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Third-generation iPad costs lowers Apple margin slightly

updated 09:00 pm EST, Fri March 9, 2012

Excluding other costs, iPad has 51 percent margin

A study analyzing just the hardware costs of the 2012 iPad shows a basic Bill of Materials (BOM) cost of $310 in components, up $34 from the BOM of the previous iPad. The estimate, which does not account for other costs such as software, distribution and marketing, shows that Apple's "margin" on the iPad when the hardware cost is subtracted stands at about 51 percent, down from the 57 percent of the first two models.

The analysis was done by UBM TechInsights, and shows that just four of the components contributed to the majority of the increase in costs: the higher-resolution display, the newer A5X processor, the LTE radio modem and the expanded battery. The display costs rose by $12 per unit, the processor increased costs by $8 and the battery and LTE modem added about $7 each.

The 2011 iPad's margin has dipped to an estimated 53 percent, less than might be expected now that it has been discounted by $100 but the difference is made up for in lower component costs since the unit launched a year ago. The iPad 2's original BOM was $276.27 at launch but has now lowered to $248.07. The company estimates that margins may be higher on models with more storage capacity, but is awaiting a full teardown of all six models of the third-generation iPad before confirming the idea.

The margin is likely to be considerably higher than most Android tablet makers, whose failure to find an audience and competition with the iPad has put downward pressure on retail prices. Android tablets have consistently shown that they can sell in quantity only if they are priced substantially lower than the iPad, as demonstrated by Amazon's Kindle Fire hybrid e-reader tablet.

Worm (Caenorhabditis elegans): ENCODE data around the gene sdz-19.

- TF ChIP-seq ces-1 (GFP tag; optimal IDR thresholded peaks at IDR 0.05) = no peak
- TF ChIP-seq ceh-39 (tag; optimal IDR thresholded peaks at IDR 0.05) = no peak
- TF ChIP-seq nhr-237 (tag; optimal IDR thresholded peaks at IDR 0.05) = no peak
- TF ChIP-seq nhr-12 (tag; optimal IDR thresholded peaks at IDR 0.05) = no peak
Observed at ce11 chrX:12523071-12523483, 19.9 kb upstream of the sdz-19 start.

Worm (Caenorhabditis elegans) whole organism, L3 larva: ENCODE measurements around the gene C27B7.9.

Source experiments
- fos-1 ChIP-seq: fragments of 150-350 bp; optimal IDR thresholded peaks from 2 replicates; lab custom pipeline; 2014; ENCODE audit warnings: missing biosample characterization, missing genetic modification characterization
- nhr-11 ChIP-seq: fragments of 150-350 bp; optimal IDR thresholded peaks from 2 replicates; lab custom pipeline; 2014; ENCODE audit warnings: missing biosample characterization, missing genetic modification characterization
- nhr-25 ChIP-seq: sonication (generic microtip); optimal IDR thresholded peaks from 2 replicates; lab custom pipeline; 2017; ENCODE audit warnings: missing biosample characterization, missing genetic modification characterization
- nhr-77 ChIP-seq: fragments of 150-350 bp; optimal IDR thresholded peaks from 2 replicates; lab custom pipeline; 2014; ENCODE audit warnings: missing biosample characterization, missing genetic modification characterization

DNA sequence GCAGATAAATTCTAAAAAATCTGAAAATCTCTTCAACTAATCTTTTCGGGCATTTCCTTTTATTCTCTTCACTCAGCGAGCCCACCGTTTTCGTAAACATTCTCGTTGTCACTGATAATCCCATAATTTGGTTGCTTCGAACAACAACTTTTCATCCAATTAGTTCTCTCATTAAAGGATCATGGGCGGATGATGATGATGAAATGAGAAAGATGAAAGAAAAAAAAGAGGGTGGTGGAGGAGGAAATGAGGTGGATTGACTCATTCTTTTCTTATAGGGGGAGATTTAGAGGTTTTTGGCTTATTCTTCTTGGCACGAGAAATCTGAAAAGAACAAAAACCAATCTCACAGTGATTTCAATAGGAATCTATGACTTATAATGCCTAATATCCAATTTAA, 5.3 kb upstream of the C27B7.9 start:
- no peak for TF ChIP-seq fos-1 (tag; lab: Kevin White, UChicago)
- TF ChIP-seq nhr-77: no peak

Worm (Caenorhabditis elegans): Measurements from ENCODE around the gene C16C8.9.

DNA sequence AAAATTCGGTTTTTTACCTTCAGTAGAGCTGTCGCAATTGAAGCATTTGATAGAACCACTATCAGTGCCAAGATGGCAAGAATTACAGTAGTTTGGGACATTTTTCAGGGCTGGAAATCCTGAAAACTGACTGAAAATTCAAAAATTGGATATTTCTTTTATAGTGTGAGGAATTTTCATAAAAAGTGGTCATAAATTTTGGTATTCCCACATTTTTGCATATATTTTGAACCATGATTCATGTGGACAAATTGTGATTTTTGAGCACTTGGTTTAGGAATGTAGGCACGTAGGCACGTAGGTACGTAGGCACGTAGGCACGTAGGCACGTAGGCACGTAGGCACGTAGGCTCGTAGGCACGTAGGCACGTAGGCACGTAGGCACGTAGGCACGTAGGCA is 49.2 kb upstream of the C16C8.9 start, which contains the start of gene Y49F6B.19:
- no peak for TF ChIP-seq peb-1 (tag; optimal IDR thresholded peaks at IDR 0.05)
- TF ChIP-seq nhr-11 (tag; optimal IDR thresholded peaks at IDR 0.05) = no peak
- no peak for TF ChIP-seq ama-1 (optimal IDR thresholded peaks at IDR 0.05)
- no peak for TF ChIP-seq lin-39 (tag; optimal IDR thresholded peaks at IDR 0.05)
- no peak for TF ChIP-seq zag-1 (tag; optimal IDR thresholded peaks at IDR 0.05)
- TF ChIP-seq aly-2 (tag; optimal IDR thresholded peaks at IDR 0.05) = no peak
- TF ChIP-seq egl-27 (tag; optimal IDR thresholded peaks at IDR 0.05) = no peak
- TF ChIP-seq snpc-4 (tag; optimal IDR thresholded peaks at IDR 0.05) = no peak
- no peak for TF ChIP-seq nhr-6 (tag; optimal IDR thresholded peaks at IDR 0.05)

Amazon takes a small loss on every Fire sold, despite it not having many of the features of the iPad, because component costs make it impossible to price tablets of any size much lower than the iPad 2's new $400 entry-level price. [via EE Times]







By Electronista Staff
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Comments

  1. Bobfozz

    Fresh-Faced Recruit

    Joined: Jul 2008

    +7

    HOW DOES THIS FIRM KNOW WHAT

    Apple paid for these components? Apple's ability to purchase in such large quantities gives them advantages others don't/won't have. I doubt if Apple is leaking the information, so who is?

  1. chas_m

    Moderator

    Joined: Aug 2001

    +3

    IT'S GUESSING

    probably based on large-quantity wholesale part prices from the price sheets of the component makers.

  1. legacyb4

    Mac Elite

    Joined: May 2001

    -1

    The sky is falling!

    the new iPad only yields 51% profit on each unit sold!!! I bet most hardware makers would love to be able to still claim over 50% profit after taking a 6% hit on their products...

  1. studentrights

    Fresh-Faced Recruit

    Joined: Dec 2010

    0

    WOT?

    Maybe Apple picked up operating efficiencies elsewhere.

    The material cost is only only aspect of the total cost.

  1. Grendelmon

    Dedicated MacNNer

    Joined: Dec 2007

    0

    Yet,

    You all laugh at what Amazon's cost "might" be because they are essentially subsidizing their own Kindle, since it's claimed they sell at a loss.

    *rolls eyes*

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